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Film Review: Gaspar Noé’s “Climax”

Don’t let the title fool you: Climax is a non-stop descent into metaphorical hell

Gaspar Noé (Irréversible, Enter the Void) doesn’t make films for the faint of heart, or for the easily nauseated. Instead, his work is provocative and experimental, pushing the boundaries of what is considered good taste. Although Climax’s runtime is only 97 minutes, it’s a full 97 minutes of psychedelic delirium.

Inspired by a true story, the film follows a French dance troupe in the 1990s as they throw an after-party to celebrate their upcoming France-U.S. tour. However, when some of the dancers begin to suspect that their sangria has been spiked with LSD, what was meant to be a fun night devolves into a drug-fueled nightmare.

Throw in some pulsating lights, disorienting camerawork and frenzied techno music (featuring the likes of Daft Punk and Aphex Twin), and Climax also becomes a nightmarish experience for the viewer. It’s not just that the film shows some horrifying things, such as brutal violence and questionable sexual acts, but that the way the film is made makes it unpleasant to watch.

The spinning camera movements are enough to make most people slightly queasy, and the strobe light effect is both stressful and disorienting. While Noé is a master of the long take, his insistence in prolonging a single shot to a minutes-long sequence (without ever cutting) makes for a frenetic and tiring viewing experience.

That said, the film does have its redeeming moments. The choreographed dance sequence near the beginning (before things get demented) is a superb piece of film making in which the camerawork is fluid and the cast of mainly dancers performs brilliantly. The first and final scenes are also mesmerizing, once again mostly due to camerawork.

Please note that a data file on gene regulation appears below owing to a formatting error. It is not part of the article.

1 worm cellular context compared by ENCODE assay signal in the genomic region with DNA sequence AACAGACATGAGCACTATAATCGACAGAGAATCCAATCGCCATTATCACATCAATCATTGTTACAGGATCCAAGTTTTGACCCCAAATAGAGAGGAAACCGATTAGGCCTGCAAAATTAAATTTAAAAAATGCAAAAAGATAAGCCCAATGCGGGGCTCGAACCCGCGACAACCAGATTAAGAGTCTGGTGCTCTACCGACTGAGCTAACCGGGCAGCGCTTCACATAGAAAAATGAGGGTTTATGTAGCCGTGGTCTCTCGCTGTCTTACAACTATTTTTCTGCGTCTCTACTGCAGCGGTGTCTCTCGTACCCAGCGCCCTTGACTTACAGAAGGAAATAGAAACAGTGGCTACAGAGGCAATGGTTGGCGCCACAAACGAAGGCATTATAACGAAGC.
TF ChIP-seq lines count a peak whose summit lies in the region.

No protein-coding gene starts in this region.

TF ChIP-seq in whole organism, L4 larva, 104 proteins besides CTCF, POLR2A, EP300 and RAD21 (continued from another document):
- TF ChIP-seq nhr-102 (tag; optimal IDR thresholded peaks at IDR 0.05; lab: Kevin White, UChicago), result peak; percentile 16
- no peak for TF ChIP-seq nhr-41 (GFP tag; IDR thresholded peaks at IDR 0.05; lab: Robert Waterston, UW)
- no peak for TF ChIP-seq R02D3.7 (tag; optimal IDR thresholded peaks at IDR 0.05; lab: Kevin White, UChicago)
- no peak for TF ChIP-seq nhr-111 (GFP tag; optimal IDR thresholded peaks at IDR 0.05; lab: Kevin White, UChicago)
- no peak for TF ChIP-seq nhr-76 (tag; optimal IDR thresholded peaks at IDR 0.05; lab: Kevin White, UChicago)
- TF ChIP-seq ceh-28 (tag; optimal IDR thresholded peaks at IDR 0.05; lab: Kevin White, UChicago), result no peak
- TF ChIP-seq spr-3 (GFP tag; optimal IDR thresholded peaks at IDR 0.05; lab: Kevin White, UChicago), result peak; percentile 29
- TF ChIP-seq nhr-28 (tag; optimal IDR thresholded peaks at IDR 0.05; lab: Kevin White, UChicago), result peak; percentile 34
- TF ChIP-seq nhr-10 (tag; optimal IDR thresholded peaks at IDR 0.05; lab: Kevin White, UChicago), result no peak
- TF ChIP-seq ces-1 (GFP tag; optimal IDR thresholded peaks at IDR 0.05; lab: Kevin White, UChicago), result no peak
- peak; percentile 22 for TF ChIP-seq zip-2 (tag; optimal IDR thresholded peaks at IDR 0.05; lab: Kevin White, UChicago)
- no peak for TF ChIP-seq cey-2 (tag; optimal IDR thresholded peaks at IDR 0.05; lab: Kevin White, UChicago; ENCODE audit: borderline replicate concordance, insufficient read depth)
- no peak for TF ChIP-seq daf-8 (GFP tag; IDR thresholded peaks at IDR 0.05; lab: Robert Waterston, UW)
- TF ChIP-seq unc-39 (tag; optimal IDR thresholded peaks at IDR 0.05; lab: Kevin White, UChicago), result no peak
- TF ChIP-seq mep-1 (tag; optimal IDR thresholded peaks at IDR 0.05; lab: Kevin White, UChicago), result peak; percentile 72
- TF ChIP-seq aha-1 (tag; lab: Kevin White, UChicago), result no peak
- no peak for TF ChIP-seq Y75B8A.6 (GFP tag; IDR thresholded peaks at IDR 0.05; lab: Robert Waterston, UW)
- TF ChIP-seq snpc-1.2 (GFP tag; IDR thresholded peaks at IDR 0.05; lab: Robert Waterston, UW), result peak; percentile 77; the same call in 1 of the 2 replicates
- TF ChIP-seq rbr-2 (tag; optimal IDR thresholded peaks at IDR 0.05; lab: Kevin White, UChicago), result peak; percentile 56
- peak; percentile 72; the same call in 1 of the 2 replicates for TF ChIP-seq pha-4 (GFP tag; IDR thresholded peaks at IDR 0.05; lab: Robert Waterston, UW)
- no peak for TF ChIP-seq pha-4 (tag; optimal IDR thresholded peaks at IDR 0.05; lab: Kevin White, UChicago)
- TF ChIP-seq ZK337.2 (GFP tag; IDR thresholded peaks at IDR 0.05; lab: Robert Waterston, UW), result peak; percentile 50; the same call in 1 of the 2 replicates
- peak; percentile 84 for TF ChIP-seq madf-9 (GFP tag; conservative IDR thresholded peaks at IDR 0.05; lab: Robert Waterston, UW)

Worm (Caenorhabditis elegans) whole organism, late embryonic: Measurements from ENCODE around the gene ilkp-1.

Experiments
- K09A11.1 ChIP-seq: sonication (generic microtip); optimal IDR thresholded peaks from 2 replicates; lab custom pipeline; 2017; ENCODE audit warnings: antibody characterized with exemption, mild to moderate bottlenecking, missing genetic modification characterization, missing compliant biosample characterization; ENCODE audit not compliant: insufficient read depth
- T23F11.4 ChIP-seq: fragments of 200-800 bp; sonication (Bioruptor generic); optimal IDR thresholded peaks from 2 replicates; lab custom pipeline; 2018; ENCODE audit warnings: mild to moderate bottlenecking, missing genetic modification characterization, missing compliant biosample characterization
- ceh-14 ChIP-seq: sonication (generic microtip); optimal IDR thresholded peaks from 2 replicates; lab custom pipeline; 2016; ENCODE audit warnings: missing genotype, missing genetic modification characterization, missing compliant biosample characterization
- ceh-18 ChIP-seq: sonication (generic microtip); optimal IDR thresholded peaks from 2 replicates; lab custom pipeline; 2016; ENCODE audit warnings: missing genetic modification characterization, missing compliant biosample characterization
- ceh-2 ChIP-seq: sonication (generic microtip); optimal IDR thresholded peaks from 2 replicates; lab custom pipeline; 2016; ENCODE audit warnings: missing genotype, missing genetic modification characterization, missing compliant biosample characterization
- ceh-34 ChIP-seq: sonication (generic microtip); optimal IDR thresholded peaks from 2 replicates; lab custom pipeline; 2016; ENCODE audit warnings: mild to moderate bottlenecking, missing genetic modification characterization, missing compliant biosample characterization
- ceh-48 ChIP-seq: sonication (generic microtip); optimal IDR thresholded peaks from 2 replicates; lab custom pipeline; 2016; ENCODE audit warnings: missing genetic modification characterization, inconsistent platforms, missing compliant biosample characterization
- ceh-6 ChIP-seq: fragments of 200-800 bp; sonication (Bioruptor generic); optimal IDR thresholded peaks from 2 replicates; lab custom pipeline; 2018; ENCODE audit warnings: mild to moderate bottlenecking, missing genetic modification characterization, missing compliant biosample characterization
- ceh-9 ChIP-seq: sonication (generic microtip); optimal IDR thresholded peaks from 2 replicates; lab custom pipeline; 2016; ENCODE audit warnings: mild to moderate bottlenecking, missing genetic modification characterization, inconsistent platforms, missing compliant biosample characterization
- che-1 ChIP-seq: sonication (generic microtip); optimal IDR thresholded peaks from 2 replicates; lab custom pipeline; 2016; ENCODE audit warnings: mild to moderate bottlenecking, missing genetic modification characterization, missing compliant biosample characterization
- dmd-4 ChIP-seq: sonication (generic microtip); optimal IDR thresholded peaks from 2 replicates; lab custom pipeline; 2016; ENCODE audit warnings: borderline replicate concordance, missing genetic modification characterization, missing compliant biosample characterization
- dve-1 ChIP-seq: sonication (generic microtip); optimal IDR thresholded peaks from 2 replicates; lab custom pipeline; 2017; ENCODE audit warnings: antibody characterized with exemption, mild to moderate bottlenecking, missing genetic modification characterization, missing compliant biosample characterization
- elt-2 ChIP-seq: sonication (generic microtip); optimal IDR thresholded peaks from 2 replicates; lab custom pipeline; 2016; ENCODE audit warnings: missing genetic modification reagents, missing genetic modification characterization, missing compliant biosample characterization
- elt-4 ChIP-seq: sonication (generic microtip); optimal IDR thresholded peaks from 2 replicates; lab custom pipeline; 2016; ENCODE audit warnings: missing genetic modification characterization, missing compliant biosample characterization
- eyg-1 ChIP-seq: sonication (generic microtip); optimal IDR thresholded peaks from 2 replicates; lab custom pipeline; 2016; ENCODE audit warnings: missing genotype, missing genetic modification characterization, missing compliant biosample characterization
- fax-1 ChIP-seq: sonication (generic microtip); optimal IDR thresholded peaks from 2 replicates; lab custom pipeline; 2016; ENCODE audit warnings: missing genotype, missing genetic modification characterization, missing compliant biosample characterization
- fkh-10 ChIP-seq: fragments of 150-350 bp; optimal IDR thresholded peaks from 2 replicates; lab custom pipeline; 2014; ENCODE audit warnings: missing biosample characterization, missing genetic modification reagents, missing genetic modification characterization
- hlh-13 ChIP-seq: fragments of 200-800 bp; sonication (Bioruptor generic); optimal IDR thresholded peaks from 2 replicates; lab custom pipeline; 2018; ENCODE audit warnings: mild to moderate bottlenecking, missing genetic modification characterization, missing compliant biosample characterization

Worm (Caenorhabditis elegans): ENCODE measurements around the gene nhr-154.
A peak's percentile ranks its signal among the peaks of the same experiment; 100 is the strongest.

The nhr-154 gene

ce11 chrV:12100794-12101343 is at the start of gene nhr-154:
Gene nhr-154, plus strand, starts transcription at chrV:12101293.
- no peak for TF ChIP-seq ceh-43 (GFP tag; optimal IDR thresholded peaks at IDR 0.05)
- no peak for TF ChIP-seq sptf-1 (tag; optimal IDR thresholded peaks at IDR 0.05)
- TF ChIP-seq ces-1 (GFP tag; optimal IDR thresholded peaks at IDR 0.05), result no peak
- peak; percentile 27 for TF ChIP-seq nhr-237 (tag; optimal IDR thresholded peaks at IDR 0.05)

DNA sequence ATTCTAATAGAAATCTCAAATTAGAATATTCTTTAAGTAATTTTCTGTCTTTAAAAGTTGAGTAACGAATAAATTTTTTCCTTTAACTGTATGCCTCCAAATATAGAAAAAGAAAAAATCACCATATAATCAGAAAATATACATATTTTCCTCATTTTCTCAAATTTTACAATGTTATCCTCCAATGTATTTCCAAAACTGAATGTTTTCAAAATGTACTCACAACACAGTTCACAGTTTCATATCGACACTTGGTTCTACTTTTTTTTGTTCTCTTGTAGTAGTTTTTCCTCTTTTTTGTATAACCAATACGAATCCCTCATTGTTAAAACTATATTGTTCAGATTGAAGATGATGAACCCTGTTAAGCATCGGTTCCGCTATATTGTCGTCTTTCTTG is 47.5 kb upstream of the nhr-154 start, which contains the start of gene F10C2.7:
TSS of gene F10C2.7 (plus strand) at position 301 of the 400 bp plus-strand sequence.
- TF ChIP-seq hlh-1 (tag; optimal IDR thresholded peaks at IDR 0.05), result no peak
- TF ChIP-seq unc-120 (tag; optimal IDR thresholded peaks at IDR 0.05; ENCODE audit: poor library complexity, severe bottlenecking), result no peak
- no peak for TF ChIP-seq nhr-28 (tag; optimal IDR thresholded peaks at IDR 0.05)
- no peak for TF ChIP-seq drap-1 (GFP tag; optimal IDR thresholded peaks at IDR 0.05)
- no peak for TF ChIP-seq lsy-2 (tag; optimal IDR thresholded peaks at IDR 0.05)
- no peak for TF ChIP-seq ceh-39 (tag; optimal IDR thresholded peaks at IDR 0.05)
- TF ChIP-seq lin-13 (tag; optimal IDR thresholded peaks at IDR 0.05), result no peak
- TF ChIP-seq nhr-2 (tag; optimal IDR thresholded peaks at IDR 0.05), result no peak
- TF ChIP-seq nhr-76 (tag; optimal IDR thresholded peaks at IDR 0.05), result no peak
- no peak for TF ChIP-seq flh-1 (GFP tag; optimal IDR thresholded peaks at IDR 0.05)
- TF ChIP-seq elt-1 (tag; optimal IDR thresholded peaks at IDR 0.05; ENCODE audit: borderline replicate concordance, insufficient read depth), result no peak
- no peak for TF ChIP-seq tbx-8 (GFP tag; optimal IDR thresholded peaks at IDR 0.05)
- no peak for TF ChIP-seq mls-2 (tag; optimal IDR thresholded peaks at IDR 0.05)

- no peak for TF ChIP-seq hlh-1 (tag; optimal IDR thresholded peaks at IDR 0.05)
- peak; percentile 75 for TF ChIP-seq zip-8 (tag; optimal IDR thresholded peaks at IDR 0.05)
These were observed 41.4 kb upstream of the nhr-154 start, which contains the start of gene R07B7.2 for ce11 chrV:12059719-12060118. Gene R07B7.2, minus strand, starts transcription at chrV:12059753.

However, Climax suffers a lot from its inflated sense of self-importance. The use of intertitles with pretentious phrases such as “Dying is a remarkable experience” is especially annoying. The film also weighed down by an excessively long montage sequence of interviews of the dancers. While this provides some helpful characterizations, it’s to the detriment of the film’s pacing. This is also the case later on, when a sizable amount of time is devoted to showing conversations between characters at the party. These sequences would have been improved by being more dynamically shot, much like how the camera moves freely around in the rest of the film.

While Climax arguably has a method to its madness, it’s excessively maddening to watch. Unless you’re really into abstract stuff, it’s not the kind of film that you can just casually watch and enjoy. The highly choreographed visual style is hampered by the film’s pacing issues, and also by the cast’s painfully obvious lack of acting experience. Still, it’s worth seeing for the cinematography alone, or just to see if you’ll be able to watch it all the way through.

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